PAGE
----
Several reports showed that the defence mechanisms against oxidative stress might be involved in biofilm formation [9, 14]. Recent works have shown that in E. coli O157:H7 [8, 14] H2O2 induced sodC genes and that SodCs contributed to the resistance against exogenous reactive oxygen species. In this work we investigated whether the three SodCs are differently involved in the protection against H2O2 of biofilm cells. Our results confirm that E. coli O157: H7 biofilm cells are more resistant to H2O2 than cells in planktonic culture . Furthermore, the wild-type strain showed a higher survival capacity towards H2O2, compared to deletion mutants, that have not showed significant differences, indicating the absence of any additive effect of the deletions. The lower resistance of the sodC deletion mutants to stressful conditions was also observed by SEM analyses, carried out on 48 h-biofilm after 1 h of H2O2 treatment. Although in the wild type biofilm the cellular structures appeared injured, all mutants reacted similarly to the oxidative stress, showing more severe damages. Morphological differences between the deletion mutants appeared only when the H2O2 exposure was continuous. In fact, after 42 h of oxidative treatment RG104 biofilm was structurally comparable to wild type and did not show the same cellular alterations observed in RG101 and RG105 biofilms, suggesting the importance of SodC in the biofilm formation in the presence as well as in the absence of H2O2. This suggestion is reinforced by CV results, which showed a significant increase in H2O2 induced biofilm only in the strains that possess chromosomal sodC copy.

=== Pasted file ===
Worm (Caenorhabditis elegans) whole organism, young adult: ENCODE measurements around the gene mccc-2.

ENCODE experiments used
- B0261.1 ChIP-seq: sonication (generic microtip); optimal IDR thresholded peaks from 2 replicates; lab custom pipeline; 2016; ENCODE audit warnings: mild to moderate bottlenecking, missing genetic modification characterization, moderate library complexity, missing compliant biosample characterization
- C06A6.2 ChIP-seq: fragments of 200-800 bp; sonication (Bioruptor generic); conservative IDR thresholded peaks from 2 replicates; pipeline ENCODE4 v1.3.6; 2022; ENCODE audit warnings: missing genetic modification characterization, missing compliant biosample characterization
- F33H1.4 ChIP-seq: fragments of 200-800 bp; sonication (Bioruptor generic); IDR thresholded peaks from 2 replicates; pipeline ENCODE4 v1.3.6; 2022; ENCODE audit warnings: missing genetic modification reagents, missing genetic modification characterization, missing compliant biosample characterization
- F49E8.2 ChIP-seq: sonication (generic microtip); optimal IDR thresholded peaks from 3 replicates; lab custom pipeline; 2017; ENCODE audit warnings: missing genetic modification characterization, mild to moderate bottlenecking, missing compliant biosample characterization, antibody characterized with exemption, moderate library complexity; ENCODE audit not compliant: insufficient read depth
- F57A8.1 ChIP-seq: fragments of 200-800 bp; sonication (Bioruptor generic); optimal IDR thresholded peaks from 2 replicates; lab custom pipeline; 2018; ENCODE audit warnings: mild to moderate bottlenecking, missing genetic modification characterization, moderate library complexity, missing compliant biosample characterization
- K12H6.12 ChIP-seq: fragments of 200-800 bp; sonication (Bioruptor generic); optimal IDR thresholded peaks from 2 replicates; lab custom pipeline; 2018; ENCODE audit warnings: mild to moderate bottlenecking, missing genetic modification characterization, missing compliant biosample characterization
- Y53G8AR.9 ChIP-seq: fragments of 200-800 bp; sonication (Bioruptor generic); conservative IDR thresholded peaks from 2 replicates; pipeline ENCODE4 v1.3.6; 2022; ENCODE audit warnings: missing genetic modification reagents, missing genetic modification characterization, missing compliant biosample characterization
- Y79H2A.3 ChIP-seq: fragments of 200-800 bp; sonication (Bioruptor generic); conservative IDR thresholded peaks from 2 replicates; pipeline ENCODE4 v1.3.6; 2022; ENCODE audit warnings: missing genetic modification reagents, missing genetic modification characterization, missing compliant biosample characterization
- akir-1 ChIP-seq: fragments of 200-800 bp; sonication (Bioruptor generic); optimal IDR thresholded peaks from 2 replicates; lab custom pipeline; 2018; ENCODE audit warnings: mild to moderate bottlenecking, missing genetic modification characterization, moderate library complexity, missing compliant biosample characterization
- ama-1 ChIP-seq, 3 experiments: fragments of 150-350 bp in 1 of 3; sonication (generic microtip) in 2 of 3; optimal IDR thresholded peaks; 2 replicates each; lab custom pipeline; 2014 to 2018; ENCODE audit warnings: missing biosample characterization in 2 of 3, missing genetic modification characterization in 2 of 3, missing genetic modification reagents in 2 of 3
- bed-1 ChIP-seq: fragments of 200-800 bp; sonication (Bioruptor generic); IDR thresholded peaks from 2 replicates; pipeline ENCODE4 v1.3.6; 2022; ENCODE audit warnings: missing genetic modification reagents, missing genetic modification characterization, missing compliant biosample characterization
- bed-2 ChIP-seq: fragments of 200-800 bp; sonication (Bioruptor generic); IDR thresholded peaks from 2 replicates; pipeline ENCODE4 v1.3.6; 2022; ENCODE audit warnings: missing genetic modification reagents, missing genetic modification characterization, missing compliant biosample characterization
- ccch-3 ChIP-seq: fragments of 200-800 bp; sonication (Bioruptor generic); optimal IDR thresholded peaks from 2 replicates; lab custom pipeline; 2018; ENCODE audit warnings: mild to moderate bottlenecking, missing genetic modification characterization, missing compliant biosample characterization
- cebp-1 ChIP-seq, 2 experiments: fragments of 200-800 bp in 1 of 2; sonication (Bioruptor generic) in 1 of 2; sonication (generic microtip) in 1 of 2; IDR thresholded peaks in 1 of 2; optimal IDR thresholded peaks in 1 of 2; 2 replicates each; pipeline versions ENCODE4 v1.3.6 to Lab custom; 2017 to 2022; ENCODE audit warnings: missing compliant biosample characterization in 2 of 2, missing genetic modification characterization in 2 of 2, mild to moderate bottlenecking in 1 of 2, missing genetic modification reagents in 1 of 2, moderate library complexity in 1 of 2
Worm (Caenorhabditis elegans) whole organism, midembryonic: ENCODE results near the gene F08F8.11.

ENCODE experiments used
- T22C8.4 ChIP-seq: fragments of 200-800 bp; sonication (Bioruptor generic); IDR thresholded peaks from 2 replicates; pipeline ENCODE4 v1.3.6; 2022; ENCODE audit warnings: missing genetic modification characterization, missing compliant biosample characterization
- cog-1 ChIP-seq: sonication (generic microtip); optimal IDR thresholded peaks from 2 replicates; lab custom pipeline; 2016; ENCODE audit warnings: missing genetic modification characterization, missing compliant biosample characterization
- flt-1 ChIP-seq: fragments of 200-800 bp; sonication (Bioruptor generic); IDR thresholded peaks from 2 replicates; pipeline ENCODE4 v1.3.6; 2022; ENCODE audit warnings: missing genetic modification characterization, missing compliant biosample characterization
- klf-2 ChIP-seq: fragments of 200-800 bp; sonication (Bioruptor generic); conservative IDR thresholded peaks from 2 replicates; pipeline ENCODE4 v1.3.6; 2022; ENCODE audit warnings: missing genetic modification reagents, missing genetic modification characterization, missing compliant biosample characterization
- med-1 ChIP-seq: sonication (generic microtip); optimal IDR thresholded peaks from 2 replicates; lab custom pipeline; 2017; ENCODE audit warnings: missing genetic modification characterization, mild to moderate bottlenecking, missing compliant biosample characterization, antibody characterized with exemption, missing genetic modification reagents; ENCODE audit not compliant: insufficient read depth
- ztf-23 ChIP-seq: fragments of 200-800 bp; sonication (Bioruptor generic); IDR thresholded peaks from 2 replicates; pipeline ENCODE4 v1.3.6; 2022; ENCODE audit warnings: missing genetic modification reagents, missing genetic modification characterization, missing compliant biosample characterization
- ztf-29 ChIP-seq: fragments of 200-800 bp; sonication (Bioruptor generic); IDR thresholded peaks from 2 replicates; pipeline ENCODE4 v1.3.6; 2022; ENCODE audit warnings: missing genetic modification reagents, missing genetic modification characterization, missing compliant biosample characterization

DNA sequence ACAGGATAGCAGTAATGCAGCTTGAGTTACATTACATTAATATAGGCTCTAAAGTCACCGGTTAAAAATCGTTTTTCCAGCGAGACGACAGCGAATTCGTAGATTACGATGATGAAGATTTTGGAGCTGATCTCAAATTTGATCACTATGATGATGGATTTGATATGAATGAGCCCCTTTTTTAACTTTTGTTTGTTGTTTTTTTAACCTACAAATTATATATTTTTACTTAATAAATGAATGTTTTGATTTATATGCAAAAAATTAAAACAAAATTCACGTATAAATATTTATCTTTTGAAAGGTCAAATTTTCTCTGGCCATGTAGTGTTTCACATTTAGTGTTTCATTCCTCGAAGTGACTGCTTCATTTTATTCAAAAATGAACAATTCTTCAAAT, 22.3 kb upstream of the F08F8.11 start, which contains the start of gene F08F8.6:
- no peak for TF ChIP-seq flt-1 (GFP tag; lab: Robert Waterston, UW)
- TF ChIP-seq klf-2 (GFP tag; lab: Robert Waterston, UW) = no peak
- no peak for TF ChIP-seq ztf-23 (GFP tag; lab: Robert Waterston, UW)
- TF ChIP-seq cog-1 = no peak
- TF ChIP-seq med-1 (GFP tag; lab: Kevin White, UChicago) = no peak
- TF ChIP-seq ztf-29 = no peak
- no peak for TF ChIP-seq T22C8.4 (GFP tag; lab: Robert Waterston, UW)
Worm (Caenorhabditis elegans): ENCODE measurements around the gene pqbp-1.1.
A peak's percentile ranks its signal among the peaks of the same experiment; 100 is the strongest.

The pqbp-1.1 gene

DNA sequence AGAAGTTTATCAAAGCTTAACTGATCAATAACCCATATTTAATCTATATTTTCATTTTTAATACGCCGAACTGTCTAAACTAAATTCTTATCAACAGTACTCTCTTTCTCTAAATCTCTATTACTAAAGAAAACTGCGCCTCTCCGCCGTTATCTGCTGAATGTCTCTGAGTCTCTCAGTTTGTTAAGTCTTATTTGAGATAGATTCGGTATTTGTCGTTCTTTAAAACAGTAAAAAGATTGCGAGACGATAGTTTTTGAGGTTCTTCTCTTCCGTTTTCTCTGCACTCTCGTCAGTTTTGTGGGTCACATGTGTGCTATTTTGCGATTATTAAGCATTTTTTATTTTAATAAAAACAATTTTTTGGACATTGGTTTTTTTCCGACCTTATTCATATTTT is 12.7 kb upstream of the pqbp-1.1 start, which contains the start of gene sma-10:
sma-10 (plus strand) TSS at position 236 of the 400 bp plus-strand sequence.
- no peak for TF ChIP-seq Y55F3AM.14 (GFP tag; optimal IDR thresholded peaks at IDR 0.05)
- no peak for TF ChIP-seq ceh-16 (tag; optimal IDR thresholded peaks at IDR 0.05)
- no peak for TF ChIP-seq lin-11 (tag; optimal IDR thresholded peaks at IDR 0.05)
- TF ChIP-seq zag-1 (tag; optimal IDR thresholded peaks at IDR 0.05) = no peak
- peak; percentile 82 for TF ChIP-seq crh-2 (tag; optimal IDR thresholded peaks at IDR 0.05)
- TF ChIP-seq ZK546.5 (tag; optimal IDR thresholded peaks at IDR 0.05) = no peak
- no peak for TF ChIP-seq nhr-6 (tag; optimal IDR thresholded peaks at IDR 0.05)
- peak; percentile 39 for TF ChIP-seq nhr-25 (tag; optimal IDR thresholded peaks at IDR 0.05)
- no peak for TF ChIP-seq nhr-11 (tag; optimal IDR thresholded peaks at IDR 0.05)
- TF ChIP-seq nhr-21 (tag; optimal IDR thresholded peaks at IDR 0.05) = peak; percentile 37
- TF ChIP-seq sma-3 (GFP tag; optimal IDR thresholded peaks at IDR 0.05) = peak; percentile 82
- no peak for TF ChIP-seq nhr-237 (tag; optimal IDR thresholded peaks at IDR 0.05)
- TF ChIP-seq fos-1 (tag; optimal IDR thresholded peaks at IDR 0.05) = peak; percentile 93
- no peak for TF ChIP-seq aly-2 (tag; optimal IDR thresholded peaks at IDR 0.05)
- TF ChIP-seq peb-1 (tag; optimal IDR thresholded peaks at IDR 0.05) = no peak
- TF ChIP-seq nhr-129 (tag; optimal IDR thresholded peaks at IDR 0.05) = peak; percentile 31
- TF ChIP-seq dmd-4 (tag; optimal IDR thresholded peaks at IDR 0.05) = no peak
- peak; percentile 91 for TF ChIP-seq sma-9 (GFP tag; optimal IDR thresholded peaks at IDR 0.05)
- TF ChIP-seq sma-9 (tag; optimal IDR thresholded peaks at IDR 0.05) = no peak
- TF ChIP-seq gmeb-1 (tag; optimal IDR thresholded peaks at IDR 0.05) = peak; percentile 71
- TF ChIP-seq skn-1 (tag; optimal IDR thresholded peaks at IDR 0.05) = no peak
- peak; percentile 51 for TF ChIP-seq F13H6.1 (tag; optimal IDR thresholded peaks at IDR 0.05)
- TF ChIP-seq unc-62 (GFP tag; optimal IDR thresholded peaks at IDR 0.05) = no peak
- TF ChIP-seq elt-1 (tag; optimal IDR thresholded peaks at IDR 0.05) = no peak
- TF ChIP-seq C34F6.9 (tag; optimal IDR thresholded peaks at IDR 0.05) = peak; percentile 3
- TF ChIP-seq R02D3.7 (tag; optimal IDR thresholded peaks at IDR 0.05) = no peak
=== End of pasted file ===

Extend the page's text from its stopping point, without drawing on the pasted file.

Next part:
Interestingly, the physiological state of cells at the moment of the insult resulted to be a critical factor for H2O2 resistance. In fact, we obtained different results by exposing to H2O2 for 42 h the developing biofilm (after only 6 h of growth in modM9) or by exposing to H2O2 for 1h the 48 h-biofilm. All strains were able to adapt to the presence of H2O2 for 42 h and to form a biofilm, despite damages observed by SEM (Figure 3c, 3d). Probably, during the initial formation of biofilm certain cells, called persisters , were in a physiological state that allowed them to resist to the oxidizing agent and to proliferate until the maturation of biofilm itself. On the other hand, after 1 h of treatment, survival results and SEM observations (Figure 3e, 3f) revealed that H2O2 damaged all structural organization of the 48 h-biofilm. Therefore, our data indicate that the dose can be lethal or sublethal depending on specific development stage of the biofilm during the application of the biocide. Indeed, we demonstrated that the dose of 250 µg l-1 H2O2 used on a developing biofilm had a sublethal effect, inducing further a biofilm increase. On the contrary, when we used the same dose on a 48 h-biofilm it had a lethal effect destroying the cellular structure. It's known that the use of sublethal doses of bactericidal agents or a prolonged exposure to them could select resistant bacteria  able to tolerate a further dose of the same or other bactericides, thus developing a cross-resistance to several classes of biocides [14, 17]. Therefore, treatment with a biocide needs to be immediately effective to avoid the opposite effect as a further biofilm increase and the onset of some form of resistance.